Three Simple Rules for Peace

2015 has gotten off to a terrible start for many people around the world. In France, 12 people died in a shooting at the offices of satirical magazine Charlie Hebdo. And in Nigeria, an even greater atrocity occurred when thousands of civilians died in an Islamic militant attack.

In the marching arts community, the news is not pretty either. On Jan. 1— usually one of the best days for bands— sports radio host Jim Rome essentially called band members “dorks” on his twitter feed. And shortly after The Ohio State University celebrated its victory in the Sugar Bowl, four members of the marching band were expelled and two others suspended due to alcohol-related issues. These incidents brought even more scrutiny to the Ohio State band following prior allegations of its “sexualized culture.”

For these reasons and many others, working on the January/February 2015 issue of Halftime Magazine has been particularly difficult for me. We want to focus on the goodness of band, but we can’t shy away from these bigger social matters.

That’s why this issue features the story “How to Prevent Sexualized Culture.” It’s hard to talk about; it’s hard to write about; but it must not be ignored. We hope directors, students, alumni and boosters at all levels of the activity will read the story and use it as a jumping-off point to have frank discussions and create action plans within their organizations.

Having an open communication can solve many of the world’s problems. What else can we do as ordinary people in the face of some of these tragedies and challenges? In my humble opinion, the best thing we can do is to turn inward and make ourselves better, one small change at a time.

Here are a few things to consider:

  • Choose our words carefully. As a journalist, I certainly don’t mean that we should self-censor our opinions; however, I do believe that we need to think about how our words affect others before we utter or write them.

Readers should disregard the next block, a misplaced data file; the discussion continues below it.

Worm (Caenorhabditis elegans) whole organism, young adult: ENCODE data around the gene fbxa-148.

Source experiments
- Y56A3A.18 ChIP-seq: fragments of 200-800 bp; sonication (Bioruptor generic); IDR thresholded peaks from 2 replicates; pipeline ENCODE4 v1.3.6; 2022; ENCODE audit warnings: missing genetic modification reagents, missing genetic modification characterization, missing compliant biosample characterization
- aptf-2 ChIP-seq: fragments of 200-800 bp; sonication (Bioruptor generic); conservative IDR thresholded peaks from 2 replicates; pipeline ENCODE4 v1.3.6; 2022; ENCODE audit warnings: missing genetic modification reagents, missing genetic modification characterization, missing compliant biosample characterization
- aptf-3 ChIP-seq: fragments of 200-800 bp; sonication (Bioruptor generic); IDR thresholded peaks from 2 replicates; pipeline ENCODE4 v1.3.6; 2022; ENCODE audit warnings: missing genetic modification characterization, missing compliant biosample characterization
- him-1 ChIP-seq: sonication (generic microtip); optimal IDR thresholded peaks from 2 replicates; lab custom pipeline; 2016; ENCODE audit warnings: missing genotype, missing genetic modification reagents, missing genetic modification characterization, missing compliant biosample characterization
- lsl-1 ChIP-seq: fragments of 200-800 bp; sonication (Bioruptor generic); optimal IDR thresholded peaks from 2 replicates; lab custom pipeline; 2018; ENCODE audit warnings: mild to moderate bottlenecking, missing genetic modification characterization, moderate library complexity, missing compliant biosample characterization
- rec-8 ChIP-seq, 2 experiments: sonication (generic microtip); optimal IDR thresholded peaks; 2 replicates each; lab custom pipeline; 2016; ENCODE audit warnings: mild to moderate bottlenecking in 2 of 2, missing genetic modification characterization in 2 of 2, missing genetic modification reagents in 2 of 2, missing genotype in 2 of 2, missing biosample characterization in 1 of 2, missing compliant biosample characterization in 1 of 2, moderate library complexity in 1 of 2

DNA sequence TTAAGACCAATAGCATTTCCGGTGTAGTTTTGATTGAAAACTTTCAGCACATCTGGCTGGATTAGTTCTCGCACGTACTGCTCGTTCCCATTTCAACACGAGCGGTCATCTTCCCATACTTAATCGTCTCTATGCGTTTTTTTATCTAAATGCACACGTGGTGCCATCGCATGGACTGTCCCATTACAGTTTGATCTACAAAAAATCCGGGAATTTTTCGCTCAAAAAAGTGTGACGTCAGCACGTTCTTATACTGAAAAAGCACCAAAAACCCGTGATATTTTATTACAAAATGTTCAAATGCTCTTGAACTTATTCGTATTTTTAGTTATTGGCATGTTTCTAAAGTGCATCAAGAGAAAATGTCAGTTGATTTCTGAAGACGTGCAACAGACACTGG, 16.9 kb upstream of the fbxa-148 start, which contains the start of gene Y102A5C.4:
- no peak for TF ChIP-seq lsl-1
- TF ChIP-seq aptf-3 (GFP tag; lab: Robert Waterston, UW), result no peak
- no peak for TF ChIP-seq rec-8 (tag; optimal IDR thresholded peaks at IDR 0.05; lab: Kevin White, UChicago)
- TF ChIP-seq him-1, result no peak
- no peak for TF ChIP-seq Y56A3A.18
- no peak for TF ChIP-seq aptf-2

• Help others. Whether it’s doing random acts of kindness, participating in community service, volunteering at school or helping a friend through a difficult time, giving aid and support puts a smile on people’s faces—including our own.
  • Find win-win solutions. Whenever you disagree with someone, share your reasoning but also listen to the other person’s point of view. Soon enough, you’ll be able to come to a solution where both people feel validated.

With these three simple “rules,” we can bring more peace into our own lives. And maybe … just maybe … that little bit of peace will permeate out into the world.

Keep on Marching,
Christine Ngeo Katzman
Publisher and Editor-in-Chief

About author

Christine Ngeo Katzman

Christine Ngeo Katzman is founder and chief executive officer of Muse Media, LLC, creator of books, magazines, and additional content highlighting performing arts and youth activities. Magazine assets include Halftime Magazine for marching arts participants and fans as well as Yamaha SupportED Magazine for K through 12 music educators. Previously, she was a writer and editor at Crain Communications and Imagination Publishing and a marketing manager at Chatsworth Products, Inc. Christine also worked for Yamaha Band and Orchestral Division. As a child, Christine learned five instruments, with flute being primary. She marched in the Northwestern University Marching Band, including the 1996 Rose Bowl and 1997 Citrus Bowl. Christine graduated cum laude from Northwestern University with a bachelor’s degree in journalism in 1997 and earned an MBA with honors from the University of Southern California in 2007.

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